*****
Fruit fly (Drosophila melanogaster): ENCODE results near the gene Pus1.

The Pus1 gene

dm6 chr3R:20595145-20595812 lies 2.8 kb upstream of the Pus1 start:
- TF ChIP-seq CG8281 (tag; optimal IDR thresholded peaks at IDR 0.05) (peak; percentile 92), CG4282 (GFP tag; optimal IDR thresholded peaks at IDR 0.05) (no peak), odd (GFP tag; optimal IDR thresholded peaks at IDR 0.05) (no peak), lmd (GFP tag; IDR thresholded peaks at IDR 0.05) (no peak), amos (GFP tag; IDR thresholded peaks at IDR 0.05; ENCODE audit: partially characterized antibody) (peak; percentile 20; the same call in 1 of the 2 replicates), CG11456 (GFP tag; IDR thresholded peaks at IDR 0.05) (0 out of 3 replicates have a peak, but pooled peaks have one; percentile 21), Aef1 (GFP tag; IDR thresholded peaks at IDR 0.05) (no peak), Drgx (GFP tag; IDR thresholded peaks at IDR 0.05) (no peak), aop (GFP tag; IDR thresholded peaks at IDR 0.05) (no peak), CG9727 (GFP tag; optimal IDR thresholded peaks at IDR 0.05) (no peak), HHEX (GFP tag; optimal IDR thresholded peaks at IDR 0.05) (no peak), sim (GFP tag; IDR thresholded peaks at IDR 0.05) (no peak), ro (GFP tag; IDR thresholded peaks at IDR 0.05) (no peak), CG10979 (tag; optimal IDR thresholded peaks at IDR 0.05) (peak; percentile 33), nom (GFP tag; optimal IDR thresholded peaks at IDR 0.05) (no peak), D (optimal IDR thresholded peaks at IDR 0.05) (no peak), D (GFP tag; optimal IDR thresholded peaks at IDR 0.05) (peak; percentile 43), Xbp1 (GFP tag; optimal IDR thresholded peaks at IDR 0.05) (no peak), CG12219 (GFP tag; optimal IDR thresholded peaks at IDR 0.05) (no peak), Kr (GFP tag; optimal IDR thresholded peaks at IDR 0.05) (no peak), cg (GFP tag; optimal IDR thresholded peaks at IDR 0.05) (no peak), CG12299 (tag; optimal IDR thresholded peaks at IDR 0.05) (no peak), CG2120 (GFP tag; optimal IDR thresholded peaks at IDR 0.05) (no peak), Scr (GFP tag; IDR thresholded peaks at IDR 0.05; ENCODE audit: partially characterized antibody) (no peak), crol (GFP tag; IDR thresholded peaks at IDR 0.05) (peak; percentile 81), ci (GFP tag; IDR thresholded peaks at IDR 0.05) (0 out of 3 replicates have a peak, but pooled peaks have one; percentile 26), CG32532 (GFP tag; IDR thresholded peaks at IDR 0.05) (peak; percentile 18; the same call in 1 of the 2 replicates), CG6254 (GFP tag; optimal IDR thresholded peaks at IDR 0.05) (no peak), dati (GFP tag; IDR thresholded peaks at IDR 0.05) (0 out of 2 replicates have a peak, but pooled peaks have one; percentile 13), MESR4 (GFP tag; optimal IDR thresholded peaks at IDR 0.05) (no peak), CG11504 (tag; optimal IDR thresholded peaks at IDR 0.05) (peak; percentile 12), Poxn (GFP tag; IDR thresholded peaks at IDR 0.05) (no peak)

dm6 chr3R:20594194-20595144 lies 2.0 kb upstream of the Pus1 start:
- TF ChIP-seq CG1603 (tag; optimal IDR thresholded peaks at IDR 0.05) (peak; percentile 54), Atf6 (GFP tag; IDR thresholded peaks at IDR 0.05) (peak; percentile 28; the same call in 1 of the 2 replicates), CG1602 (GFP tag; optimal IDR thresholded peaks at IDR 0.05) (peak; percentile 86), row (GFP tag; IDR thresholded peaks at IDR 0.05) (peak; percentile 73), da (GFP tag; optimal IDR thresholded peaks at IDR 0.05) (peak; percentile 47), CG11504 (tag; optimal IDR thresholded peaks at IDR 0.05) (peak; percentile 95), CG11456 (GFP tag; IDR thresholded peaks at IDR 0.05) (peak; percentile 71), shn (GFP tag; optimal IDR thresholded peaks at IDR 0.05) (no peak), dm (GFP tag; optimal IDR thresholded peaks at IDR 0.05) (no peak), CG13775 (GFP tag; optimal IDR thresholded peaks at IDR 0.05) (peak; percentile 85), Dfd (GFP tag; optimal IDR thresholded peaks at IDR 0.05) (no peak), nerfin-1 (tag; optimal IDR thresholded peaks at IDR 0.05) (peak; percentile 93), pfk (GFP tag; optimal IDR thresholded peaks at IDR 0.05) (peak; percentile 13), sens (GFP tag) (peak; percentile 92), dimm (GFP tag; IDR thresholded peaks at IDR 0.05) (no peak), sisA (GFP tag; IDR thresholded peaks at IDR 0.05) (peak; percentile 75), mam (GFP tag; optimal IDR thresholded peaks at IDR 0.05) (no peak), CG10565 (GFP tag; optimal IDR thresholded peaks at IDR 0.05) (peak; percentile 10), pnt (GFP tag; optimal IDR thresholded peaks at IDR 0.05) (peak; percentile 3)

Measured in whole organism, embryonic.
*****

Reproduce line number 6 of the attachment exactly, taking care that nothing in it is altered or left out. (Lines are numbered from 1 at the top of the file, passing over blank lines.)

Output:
- TF ChIP-seq CG1603 (tag; optimal IDR thresholded peaks at IDR 0.05) (peak; percentile 54), Atf6 (GFP tag; IDR thresholded peaks at IDR 0.05) (peak; percentile 28; the same call in 1 of the 2 replicates), CG1602 (GFP tag; optimal IDR thresholded peaks at IDR 0.05) (peak; percentile 86), row (GFP tag; IDR thresholded peaks at IDR 0.05) (peak; percentile 73), da (GFP tag; optimal IDR thresholded peaks at IDR 0.05) (peak; percentile 47), CG11504 (tag; optimal IDR thresholded peaks at IDR 0.05) (peak; percentile 95), CG11456 (GFP tag; IDR thresholded peaks at IDR 0.05) (peak; percentile 71), shn (GFP tag; optimal IDR thresholded peaks at IDR 0.05) (no peak), dm (GFP tag; optimal IDR thresholded peaks at IDR 0.05) (no peak), CG13775 (GFP tag; optimal IDR thresholded peaks at IDR 0.05) (peak; percentile 85), Dfd (GFP tag; optimal IDR thresholded peaks at IDR 0.05) (no peak), nerfin-1 (tag; optimal IDR thresholded peaks at IDR 0.05) (peak; percentile 93), pfk (GFP tag; optimal IDR thresholded peaks at IDR 0.05) (peak; percentile 13), sens (GFP tag) (peak; percentile 92), dimm (GFP tag; IDR thresholded peaks at IDR 0.05) (no peak), sisA (GFP tag; IDR thresholded peaks at IDR 0.05) (peak; percentile 75), mam (GFP tag; optimal IDR thresholded peaks at IDR 0.05) (no peak), CG10565 (GFP tag; optimal IDR thresholded peaks at IDR 0.05) (peak; percentile 10), pnt (GFP tag; optimal IDR thresholded peaks at IDR 0.05) (peak; percentile 3)